I worked in the HVAC industry and don't understand how a 62 degree setting wrecked a furnace.  I will say that high efficiency units recover so much heat that the water vapor condenses out from the combustion products and must be drained off.  Having a high efficiency unit in a poorly heated space might cause issues with that water freezing and causing damage.



#8 Kurtee OFFLINE  

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Posted November 09, 2017 - 07:43 PM

When this happens the heat exchangers rust and plug up and or fall apart. This furnace was in a farm home that was occupied by my parents before they passed on. After Mom passed 4 years ago the house was left at 55 degrees most of the time with the exception of weekends. (It has become my lake home with no lake) We had been having trouble with the furnace when we started the heating season this year. The furnace would cycle and produce heat and shut down with no restart. The furnace man who had installed this furnace made a trip out to check it for us on October 15th and could not get it to act up. 2 weeks later the same thing happened. (the furnace had been left off during the week) He came out again and checked, this time the furnace showed its symptoms. He did further checking and determined that the air switch was not closing due to reduced air flow. He thought plugged air intake, no such luck. It appeared that the primary heat exchanger was plugged. He did not want to jump to hasty conclusions and wanted to call his furnace supplier tech support first. They backed him up on this and a decision was made to replace the furnace. When he removed it yesterday both heat exchangers were rusted out. It had been explained by him that they are finding this type of issue with furnaces in the homes of snowbirds (people who winter in warmer areas) when the thermostat is set low to save fuel. The furnace does not cycle enough to dry out the heat exchangers and rust takes over.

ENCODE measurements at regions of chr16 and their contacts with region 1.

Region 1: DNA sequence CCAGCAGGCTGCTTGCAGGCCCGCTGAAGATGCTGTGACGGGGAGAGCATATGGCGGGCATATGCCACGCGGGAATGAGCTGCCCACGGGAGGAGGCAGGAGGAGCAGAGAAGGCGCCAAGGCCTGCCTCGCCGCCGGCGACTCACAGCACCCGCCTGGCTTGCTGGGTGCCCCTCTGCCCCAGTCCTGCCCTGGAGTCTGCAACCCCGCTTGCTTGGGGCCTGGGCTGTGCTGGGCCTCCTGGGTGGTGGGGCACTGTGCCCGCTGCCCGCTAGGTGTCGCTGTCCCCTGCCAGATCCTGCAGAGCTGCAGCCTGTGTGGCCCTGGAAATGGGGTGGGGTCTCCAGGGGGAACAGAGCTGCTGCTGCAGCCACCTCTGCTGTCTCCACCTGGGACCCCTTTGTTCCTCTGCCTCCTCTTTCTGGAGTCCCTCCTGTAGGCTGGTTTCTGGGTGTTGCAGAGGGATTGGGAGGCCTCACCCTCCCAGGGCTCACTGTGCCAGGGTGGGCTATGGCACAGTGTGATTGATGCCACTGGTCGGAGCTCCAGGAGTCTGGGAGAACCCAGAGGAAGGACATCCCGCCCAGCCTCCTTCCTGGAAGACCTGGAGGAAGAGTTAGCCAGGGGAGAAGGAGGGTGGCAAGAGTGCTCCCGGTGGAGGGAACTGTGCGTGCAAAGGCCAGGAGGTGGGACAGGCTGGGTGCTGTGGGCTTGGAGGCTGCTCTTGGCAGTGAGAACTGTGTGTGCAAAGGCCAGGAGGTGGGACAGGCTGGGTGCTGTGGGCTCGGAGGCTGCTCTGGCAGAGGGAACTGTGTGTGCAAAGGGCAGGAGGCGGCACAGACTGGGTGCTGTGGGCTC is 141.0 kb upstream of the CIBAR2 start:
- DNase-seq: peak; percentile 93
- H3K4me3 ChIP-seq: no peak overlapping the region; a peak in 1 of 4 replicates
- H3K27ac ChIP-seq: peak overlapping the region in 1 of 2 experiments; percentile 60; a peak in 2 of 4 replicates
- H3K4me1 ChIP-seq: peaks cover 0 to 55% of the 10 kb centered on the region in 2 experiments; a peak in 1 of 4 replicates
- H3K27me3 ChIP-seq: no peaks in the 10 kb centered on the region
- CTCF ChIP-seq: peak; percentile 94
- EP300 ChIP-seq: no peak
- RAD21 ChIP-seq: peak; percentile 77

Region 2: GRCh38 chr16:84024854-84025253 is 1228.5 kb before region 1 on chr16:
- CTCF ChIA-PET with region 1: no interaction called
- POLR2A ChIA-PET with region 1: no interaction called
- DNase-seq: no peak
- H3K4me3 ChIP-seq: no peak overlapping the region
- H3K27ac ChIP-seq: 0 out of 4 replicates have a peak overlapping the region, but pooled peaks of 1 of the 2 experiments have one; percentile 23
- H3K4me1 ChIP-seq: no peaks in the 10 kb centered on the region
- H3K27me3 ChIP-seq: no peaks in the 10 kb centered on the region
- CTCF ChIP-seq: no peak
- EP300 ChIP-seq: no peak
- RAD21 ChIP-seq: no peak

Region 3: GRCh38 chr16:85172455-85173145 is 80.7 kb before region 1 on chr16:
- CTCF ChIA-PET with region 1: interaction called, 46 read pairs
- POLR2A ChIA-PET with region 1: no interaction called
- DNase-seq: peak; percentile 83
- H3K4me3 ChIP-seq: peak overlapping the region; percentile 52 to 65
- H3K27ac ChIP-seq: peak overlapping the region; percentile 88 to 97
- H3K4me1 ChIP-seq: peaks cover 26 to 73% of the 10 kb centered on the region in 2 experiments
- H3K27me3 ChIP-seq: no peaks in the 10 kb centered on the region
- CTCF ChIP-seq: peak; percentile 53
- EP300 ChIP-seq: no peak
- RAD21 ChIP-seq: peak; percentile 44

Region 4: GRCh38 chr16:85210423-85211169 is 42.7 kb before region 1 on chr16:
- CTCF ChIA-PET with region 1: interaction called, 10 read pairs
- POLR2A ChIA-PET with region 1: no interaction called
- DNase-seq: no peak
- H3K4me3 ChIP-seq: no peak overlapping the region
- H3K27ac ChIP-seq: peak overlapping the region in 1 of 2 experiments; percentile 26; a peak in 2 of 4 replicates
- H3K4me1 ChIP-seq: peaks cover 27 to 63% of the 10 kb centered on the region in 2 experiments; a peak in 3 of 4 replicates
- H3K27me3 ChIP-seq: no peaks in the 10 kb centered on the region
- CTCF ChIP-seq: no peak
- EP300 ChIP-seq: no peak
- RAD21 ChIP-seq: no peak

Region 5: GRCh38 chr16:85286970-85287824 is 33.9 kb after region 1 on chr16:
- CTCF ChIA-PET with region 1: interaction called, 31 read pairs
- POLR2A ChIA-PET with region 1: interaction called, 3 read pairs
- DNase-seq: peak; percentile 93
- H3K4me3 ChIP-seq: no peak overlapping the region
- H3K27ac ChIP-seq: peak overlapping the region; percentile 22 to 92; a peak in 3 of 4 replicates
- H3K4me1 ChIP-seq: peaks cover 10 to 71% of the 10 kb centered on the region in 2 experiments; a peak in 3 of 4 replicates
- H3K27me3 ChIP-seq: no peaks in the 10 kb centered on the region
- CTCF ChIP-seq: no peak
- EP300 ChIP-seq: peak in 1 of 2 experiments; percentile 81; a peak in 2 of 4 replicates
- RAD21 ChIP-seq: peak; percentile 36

KURTEE

 

Look up the Lennox manuals on line to read it yourself.


Edited by Kurtee, November 09, 2017 - 07:44 PM.


#9 toomanytoys84 OFFLINE  

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Posted November 09, 2017 - 07:52 PM

That explanation makes sense but seems like a poor design and bad parts if it rust out that fast.

My old oil furnace went from 1984 till 2015. It still worked great just drank oil faster than I could fill the tank

#10 shorty ONLINE  

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Posted November 09, 2017 - 08:02 PM

I have heard stories of this happening the last several years. No experience with it though. Another factor can be if it is not sized to the house correctly.

#11 DZG ONLINE  

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Posted November 09, 2017 - 11:05 PM

My dads propane furnace is circa 1956...
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#12 WNYTractorTinkerer ONLINE  

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Posted November 09, 2017 - 11:20 PM

That's why I'll keep my old furnace until I can't resurrect it anymore..  Seems anything new is built to fail or have faulty electronics built by the lowest bidder..  That way they get to sell you an over-priced piece of crap all over again..  The only reason the things fail is faulty design/construction..  Period!



#13 Cvans OFFLINE  

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Posted November 10, 2017 - 12:23 AM

I'm not real fond of the idea of having to replace this furnace when the time comes. Installed in the middle 80's and still going strong. Which reminds mind me it is time to service it again. 



#14 916hydro ONLINE  

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Posted November 10, 2017 - 05:00 AM

Mines been there since 81. That big green Williamson is a tank. I did have to put a new bearing in the blower last month but she's tough as nails. My grandmother has a Williamson that's been there since 59.

#15 DZG ONLINE  

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Posted November 10, 2017 - 07:20 AM

Im not sure who made my dads. Seems like all hes done to it since they moved there in 89 was service it and replace the blower.

Damn thing will make short work of a 500 gal propane tank though. He mostly heats with wood anymore.